2) I think you’re in the extreme minority of thinking by preferring draft picks over a trip to the SCF. Clubs have a saying when it comes to the playoffs- get in and you never know what happens. If you can get into the Finals…… well, every GM there is would trade next years late first and second round picks for that chance.

              • Ray says:

                1) What advanced stats told us last year (see Justin’s ratings) is that Hank and Steve Mason were highly underrated. The numbers this year indicate anything but.

                Theoretically, I like the idea of advanced goalie stats. Comparing Hank with Brodeur using traditional stats is not rewarding – because the personnel and defensive styles of the teams were so different. But comparing Hank to Talbot or Raanta is much easier, because they live in the same world. And if the advanced stats tell you that they are living in different worlds, well, maybe they are bunk.

                2) I didn’t say that Sather should not have acquired MSL. What I said was that without Talbot, Sather approaches the trade deadline not with the idea of making his team better for the playoffs, but with the idea that the team was a long shot to make the playoffs at all. In most towns, the GM goes into seller mode at that point. Now maybe in NYC that is unacceptable and Sather makes a desperation trade for MSL in order to make the playoffs.

                What you have to imagine is a world in which the Rangers just have about ten fewer points in the standings on March 1st, which is where they would have been without the magnificent play of Mr. Talbot.
                And I’m sorry, but hearing the notion that Hank carried the Rangers that year makes me sick.

                BTW, I am not saying Talbot and Raanta are great. I am saying that Hank’s inability to outperform them suggests that Ranger success has a lot more to do with the 18 skaters than with the guy in the crease.

              • Hatrick Swayze says:

                No one claimed either stat to be predictive. Just like Hank’s save % last year is not predictive of his save % this year. The stats are meant to quantify what has happened. The stat is not flawed because a goalie played well last year and did not play well this year. Look at their advanced stats this year, and they’ll show you the two tenders are not playing well.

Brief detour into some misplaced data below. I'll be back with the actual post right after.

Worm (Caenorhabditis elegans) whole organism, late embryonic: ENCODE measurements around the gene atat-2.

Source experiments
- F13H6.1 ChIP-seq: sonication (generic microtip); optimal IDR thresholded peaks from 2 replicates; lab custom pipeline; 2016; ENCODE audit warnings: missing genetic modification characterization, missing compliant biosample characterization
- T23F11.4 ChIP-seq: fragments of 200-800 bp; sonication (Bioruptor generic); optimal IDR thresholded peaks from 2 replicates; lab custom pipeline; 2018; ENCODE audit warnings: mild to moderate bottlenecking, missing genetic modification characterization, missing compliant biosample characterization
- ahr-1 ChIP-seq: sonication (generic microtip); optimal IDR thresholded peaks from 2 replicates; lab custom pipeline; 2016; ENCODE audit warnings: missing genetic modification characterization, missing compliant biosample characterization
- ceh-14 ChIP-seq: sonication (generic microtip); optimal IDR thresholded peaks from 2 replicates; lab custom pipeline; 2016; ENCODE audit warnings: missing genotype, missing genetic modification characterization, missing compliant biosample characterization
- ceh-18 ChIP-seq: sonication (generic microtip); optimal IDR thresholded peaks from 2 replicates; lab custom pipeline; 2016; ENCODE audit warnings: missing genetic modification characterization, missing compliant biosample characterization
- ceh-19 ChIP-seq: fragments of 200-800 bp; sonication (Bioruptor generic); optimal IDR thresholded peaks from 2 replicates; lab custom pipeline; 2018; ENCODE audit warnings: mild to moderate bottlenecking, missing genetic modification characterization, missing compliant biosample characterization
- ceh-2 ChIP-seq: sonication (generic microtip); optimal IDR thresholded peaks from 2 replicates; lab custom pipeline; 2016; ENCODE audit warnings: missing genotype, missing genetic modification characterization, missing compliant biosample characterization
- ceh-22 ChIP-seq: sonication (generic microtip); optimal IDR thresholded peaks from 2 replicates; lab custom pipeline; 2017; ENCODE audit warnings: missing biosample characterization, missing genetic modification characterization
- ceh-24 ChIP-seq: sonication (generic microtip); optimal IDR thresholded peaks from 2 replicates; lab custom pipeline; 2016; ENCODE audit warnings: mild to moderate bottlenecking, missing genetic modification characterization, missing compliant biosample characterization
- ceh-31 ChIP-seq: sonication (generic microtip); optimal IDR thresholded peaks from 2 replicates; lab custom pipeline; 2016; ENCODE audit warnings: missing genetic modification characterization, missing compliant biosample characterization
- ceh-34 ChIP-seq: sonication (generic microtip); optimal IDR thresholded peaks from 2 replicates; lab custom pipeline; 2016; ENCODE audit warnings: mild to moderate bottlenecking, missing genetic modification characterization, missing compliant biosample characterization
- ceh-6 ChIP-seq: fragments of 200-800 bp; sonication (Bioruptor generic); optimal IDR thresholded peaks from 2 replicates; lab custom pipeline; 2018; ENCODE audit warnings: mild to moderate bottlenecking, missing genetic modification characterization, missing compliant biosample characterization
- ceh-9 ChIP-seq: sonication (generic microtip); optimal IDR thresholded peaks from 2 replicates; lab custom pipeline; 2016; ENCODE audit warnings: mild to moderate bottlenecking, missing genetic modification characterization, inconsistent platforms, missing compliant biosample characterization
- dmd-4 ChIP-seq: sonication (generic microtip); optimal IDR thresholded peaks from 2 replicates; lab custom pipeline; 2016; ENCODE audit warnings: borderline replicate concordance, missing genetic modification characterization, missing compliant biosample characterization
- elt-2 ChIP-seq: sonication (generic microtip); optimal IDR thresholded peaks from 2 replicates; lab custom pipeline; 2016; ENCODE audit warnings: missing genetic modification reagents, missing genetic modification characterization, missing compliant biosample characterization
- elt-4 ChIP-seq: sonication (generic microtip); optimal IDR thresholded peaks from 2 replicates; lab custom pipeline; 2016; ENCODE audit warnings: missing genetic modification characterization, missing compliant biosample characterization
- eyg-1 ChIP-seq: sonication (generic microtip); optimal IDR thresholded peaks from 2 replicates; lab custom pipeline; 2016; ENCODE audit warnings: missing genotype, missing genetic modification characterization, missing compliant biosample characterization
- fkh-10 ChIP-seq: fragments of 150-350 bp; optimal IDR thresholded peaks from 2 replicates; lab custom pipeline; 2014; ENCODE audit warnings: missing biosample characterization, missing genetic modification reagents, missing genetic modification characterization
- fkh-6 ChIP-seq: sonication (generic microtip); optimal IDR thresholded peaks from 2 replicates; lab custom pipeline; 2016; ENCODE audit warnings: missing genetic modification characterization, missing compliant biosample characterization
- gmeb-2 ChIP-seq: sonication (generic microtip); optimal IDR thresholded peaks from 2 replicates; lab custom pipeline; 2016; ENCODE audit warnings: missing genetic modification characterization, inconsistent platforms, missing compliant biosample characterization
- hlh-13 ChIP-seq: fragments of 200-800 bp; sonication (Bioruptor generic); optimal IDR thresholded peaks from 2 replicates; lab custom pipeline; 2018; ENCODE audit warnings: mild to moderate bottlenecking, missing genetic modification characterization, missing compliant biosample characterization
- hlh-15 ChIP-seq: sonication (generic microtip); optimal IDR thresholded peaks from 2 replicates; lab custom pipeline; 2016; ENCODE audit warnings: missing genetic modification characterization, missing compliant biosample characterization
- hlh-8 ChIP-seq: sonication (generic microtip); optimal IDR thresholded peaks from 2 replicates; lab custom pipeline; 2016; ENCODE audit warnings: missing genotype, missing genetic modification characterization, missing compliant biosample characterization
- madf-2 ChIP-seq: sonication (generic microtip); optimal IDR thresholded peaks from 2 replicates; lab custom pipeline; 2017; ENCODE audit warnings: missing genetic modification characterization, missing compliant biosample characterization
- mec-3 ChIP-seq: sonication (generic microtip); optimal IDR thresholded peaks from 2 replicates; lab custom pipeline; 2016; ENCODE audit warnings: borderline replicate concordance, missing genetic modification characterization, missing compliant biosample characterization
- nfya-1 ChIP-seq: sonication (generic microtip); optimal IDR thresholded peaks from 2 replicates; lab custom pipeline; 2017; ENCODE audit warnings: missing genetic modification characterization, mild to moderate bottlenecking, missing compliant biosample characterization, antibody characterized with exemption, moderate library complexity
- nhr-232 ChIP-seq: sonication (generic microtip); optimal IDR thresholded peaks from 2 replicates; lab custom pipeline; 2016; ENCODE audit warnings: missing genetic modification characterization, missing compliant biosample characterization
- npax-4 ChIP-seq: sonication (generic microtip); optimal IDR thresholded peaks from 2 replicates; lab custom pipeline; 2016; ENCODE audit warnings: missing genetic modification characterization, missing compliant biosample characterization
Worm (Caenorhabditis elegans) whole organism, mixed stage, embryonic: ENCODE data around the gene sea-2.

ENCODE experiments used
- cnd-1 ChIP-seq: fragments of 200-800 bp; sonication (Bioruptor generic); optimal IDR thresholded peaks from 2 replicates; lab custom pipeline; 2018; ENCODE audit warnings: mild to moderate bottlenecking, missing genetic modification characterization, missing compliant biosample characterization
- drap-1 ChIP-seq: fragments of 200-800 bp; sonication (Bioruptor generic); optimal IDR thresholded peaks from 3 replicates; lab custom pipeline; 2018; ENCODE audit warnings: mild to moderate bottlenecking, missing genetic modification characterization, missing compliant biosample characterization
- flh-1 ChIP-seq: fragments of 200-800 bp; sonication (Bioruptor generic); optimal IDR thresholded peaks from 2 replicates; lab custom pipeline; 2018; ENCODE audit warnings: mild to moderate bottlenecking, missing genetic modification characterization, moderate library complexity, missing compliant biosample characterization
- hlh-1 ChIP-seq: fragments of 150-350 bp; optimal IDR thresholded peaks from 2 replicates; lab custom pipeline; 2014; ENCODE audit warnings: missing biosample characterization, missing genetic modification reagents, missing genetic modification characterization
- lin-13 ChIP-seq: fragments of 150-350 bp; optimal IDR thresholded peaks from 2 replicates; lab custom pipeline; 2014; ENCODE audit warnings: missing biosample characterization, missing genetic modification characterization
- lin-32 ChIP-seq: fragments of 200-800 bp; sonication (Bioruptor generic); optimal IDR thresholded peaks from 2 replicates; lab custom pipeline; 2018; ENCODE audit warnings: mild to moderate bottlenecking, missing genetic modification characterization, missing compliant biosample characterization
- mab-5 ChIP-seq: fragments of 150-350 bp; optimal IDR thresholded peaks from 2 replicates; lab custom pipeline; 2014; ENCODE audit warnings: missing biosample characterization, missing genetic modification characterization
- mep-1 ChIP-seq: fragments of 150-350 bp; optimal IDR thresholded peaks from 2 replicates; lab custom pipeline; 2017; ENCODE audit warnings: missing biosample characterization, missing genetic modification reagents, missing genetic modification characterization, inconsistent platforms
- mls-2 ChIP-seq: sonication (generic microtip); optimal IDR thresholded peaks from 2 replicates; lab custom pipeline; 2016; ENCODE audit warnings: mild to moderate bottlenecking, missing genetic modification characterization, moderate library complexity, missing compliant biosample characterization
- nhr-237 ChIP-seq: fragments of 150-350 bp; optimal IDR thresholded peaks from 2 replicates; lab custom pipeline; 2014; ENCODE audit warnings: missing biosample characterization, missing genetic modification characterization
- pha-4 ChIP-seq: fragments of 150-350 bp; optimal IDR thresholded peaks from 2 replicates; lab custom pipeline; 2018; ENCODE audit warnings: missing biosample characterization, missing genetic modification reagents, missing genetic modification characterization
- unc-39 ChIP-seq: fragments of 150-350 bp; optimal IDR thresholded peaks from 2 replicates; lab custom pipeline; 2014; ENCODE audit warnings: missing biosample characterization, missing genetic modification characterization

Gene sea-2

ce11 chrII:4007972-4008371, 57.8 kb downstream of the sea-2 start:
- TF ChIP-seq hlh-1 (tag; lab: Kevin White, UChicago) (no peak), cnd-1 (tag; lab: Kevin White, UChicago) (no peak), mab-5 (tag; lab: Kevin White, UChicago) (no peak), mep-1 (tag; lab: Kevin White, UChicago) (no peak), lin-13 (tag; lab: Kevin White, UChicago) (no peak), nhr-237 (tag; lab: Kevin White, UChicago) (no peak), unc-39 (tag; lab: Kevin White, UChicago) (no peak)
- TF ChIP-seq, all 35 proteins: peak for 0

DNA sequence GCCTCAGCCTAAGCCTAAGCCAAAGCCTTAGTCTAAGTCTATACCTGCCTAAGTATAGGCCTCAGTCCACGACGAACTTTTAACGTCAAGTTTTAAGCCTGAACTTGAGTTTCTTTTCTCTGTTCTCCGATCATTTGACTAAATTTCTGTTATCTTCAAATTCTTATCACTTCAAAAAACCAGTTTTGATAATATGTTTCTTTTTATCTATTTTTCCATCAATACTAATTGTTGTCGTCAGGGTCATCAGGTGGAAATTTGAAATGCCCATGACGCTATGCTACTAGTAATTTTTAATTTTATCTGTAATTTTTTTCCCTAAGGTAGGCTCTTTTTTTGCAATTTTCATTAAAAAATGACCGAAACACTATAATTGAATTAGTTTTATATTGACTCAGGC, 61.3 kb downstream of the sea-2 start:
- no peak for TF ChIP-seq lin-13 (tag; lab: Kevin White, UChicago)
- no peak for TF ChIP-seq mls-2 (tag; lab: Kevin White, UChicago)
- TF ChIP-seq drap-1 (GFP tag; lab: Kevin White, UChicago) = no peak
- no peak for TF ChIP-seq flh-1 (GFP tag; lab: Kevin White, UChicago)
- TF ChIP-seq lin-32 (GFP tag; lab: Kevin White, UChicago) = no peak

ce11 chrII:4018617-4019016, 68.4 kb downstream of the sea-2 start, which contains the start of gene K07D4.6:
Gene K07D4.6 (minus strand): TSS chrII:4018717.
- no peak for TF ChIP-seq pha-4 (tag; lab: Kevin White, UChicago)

• Ray says:

                Good stats change less year to year than less useful stats. If a mediocre goal tender (Mason) excels in a stat one year but not in the others and then returns to earth, the takeaway is that the stat is shaky.

              • Hatrick Swayze says:

                Advanced goalie metrics, like goalie metrics measure how the goalie performed over the time measured. He did a lot for Philly last year. It could be because Philly was a train wreck last year and he rose to the occasion. The stat is useless because he returned to earth this year.

                It isn’t meant to rank goaltenders in order of greatness. It exists to show us how a player performed over a time period. You cannot negate a statistic because Mason is not a consistent goaltender. I don’t know how else to say it.

              • Hatrick Swayze says:

                Sh1t…. read: the stat ISN’T useless because he returned to earth this yr. oops

              • Ray says:

                LIke goaltenders, stats are inconsistent. For the moment, consider team stats. Team +/- pretty much determines how well a team does. Corsi is viewed as a coincidental indicator; it does not measure excellence exactly but it parallels it. Now the theory is that Corsi is a much more consistent indicator. If you know team +/- over 20 games, you are less able to predict the next 20 games than you are with Corsi. Obviously, neither stat can be perfect as teams do change.

                Anyway, consistent stats are better, all else equal. Now, if advanced stats tell us that Steve Mason had a career year last year and traditional stats did not pick that up, then just maybe it did not happen.

        • John B says:

          You’re 100% right.

          Last year Hank elevated a mediocre team into the playoffs into the playoffs. So we’ll just go with last year where he was the best 5×5 goalie league wide.

    • Spozo says:

      You sound so bitter.

    • Chris A says:

      The criticism on the headers is one of the dumbest things I’ve ever read.

      Hank using the mask to stop shots that are infinitely more difficult to get to with a shoulder shrug or windmilling glove hand is genius (and extremely brave), and something all goalies should adopt.

      Look at all the goalies that get beat around the shoulders and neck on shots. Note how they try and save those particular shots. Usually they move their face out of the way, creating a path for the puck to go straight into the net, and try to get a shoulder or glove hand where there face was.

      Go watch the Dec. 20th game against the Penguins. Puempel beat Murray with a weak 40 foot wrister on that exact play. All Murray had to do was not move his face and he would have stopped a goal. Instead he tried to contort himself into an odd position and he was beaten on a very weak shot.